Roland Emmerich’s Out Of The Zone

His found footage flick shuts down

Roland Emmerich's Out Of The Zone

by James White |
Published on

And then there was one… Less. Just when the found footage genre was starting to blossom into a new tidal wave trend of movie-making on the back of Cloverfield and Paranormal Activity’s success, one of the biggest names looking to dip their toe into it has run back shivering to the relative security of a beach hut. And before that metaphor gets stretched even further beyond breaking point, we should point out that the big name in question is Roland Emmerich, who has shut down pre-production on his planned low-budget alien invasion movie The Zone.

Back on Halloween, we reported that Emmerich had announced he was doing a JJ Abrams and getting into the low-fi, amateur footage genre with the film, which would use relative newcomers Peter Mackenzie and Brendon Scott and others to blend improvisation with Guillaume Tunzini’s script to create something fresh for a price tag of around $5 million.

Actual plot details were scare, but we do know it would have used the trope of a journalist and his cameraman capturing the events as they happen. Yet it’s not to be. "This is not a project he is pursuing at this time," was the comment provided by the director’s representatives.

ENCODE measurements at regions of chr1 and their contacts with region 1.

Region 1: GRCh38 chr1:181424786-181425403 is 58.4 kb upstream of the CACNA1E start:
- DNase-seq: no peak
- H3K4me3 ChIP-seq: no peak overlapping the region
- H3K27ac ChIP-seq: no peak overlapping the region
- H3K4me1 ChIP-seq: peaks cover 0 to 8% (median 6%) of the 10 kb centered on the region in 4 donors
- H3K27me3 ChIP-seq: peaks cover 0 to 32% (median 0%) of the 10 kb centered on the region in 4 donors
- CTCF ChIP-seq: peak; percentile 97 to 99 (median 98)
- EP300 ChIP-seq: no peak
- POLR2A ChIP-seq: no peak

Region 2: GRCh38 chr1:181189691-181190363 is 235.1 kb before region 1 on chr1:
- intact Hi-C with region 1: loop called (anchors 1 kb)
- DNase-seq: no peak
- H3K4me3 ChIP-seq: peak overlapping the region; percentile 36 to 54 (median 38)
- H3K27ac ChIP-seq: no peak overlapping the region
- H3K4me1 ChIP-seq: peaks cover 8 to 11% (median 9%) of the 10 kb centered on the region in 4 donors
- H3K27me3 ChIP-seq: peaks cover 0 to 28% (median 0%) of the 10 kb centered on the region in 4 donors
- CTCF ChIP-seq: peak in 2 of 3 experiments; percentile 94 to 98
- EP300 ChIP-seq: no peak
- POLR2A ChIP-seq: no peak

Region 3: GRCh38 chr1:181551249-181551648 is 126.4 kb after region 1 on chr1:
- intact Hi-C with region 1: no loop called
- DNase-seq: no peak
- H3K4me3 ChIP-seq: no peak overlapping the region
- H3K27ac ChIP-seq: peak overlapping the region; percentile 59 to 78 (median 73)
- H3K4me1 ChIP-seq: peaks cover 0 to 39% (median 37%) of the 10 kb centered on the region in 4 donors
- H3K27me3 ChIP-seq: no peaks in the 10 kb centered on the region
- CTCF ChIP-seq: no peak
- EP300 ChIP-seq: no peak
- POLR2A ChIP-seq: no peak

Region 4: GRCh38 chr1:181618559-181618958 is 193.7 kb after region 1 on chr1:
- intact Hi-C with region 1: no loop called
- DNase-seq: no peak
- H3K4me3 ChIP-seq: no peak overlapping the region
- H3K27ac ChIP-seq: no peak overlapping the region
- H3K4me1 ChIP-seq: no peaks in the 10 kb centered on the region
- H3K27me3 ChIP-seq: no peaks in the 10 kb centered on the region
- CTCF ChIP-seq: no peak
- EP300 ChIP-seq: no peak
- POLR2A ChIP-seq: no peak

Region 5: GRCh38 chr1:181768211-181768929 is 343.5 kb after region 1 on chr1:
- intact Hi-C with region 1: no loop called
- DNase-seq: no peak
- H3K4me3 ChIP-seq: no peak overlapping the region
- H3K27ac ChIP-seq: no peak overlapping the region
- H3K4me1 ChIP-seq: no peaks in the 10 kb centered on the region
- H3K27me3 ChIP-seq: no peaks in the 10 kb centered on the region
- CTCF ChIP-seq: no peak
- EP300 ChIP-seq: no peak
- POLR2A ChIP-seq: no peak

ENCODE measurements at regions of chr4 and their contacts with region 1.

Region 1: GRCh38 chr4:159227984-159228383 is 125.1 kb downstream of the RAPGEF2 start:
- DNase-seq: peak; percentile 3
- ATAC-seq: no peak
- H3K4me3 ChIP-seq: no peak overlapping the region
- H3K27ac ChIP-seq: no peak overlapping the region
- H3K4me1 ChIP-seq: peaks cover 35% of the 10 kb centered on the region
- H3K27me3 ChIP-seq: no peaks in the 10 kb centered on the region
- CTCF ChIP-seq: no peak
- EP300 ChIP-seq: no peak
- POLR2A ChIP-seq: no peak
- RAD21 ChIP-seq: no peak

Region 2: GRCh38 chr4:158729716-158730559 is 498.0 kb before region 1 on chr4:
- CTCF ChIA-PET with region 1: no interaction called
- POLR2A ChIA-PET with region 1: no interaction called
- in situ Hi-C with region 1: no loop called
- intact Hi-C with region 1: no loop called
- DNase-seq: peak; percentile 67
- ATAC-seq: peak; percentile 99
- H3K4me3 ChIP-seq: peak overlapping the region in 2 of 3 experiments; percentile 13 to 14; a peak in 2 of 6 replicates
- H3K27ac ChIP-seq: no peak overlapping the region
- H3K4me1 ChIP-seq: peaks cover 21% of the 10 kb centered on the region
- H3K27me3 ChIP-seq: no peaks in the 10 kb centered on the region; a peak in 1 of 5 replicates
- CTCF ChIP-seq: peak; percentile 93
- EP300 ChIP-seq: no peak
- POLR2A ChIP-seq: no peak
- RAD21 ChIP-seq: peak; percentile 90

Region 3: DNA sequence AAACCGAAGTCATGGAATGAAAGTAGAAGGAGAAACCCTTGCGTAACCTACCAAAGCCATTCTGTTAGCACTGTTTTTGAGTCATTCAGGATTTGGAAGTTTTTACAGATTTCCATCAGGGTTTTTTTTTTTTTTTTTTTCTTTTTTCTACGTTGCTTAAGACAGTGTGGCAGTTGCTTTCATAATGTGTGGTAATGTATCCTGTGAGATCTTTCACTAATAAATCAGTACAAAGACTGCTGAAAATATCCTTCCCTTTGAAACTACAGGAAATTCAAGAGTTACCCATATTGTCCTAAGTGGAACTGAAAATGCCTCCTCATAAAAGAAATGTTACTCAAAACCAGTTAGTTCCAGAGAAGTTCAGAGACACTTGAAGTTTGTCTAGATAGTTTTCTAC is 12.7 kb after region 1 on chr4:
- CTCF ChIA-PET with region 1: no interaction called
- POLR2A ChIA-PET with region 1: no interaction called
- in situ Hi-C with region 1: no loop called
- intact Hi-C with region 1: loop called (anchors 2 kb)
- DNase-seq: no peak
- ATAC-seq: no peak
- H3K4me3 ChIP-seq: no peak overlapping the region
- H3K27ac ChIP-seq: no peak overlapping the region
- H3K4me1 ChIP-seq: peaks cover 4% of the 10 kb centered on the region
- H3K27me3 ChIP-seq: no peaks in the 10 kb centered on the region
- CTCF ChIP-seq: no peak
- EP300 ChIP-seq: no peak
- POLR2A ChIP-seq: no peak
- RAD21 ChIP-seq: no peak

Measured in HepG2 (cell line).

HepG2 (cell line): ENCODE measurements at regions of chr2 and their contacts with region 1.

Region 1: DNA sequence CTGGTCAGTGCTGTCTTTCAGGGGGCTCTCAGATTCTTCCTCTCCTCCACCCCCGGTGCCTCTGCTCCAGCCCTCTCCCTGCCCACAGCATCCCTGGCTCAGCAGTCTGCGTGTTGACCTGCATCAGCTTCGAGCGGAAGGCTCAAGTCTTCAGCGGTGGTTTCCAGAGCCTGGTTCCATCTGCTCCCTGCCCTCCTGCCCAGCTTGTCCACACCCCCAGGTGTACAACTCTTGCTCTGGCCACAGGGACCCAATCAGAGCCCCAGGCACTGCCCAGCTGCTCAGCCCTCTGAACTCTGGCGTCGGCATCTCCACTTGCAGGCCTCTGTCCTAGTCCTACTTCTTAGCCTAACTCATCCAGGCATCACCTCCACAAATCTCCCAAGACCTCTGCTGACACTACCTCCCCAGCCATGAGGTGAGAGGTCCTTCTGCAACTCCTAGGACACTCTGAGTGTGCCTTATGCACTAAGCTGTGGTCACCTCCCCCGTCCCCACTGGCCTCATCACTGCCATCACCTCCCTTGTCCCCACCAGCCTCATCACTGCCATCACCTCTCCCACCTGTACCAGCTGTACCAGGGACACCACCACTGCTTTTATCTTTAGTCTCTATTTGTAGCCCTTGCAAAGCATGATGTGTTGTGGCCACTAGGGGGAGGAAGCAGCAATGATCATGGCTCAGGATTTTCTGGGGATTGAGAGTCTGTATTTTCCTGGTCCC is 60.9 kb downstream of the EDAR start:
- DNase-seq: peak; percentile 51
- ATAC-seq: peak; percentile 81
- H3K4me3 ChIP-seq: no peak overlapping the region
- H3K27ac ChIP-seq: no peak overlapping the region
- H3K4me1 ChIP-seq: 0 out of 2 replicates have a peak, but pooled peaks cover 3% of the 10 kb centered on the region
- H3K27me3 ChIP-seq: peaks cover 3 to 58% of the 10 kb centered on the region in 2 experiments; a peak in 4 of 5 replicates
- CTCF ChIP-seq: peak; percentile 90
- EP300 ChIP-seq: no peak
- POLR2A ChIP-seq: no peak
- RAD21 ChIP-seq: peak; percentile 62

No reason was given for the sudden ditching of the film (which was to have started shooting next week), but The Hollywood Reporter speculates that the sudden glut of found footage flicks entering the market, including Abrams’ Super 8, Warner Bros.’ spec script Dark Moon and Timur Bekmambetov's just-announced Apollo 18 probably had something to do with his reticence. Because despite the fact that he’s only just talking about it now, Bekmambetov has himself been a sneaky sort and already had Apollo shooting, ready for a March release. Which would mean it arriving before The Zone.

So, for now at least, Shakespearian political thriller Anonymous will have to stand as the next evolutionary step for Emmerich. Wonder if he’ll re-focus his efforts on adapting Asimov too?

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